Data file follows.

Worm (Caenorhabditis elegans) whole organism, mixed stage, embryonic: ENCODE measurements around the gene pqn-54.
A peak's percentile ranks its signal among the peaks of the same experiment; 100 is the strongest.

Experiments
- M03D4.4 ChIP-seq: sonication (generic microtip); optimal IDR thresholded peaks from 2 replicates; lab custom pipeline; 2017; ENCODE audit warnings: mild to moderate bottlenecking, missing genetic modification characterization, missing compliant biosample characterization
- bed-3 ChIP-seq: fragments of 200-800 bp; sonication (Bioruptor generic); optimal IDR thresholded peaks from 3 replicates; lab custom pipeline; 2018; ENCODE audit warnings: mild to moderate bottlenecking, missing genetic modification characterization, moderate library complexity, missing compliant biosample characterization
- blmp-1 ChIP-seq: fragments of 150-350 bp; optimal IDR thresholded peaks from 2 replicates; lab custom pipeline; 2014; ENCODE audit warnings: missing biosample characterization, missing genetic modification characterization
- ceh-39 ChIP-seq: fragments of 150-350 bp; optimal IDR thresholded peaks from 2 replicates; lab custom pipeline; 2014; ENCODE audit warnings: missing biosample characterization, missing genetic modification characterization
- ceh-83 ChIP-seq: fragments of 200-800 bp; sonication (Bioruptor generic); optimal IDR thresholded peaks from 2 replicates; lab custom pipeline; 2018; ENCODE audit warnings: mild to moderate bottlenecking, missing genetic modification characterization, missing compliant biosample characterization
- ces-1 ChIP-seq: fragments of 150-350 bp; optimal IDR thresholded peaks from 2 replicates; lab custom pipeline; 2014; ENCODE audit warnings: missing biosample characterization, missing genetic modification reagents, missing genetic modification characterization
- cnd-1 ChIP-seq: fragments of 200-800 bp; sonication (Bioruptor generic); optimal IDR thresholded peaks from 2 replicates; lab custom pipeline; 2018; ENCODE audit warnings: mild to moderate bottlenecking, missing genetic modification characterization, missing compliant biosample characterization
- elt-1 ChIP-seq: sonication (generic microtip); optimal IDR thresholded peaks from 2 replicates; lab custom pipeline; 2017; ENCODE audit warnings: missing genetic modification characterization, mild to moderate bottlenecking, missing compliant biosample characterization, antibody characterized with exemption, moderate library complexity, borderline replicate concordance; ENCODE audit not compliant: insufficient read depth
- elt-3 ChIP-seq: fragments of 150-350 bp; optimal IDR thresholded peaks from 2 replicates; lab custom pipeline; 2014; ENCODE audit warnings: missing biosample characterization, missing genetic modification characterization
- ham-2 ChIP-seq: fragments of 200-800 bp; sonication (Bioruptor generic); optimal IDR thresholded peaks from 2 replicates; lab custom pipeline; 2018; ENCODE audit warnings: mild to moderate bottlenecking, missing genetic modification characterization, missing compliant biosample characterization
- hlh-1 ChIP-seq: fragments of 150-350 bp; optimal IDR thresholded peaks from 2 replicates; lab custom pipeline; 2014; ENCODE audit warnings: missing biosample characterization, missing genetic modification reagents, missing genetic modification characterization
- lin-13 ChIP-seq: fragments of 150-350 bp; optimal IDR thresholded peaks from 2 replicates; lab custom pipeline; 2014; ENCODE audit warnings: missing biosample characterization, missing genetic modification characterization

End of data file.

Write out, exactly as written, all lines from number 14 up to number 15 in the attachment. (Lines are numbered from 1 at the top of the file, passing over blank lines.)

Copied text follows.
- hlh-1 ChIP-seq: fragments of 150-350 bp; optimal IDR thresholded peaks from 2 replicates; lab custom pipeline; 2014; ENCODE audit warnings: missing biosample characterization, missing genetic modification reagents, missing genetic modification characterization
- lin-13 ChIP-seq: fragments of 150-350 bp; optimal IDR thresholded peaks from 2 replicates; lab custom pipeline; 2014; ENCODE audit warnings: missing biosample characterization, missing genetic modification characterization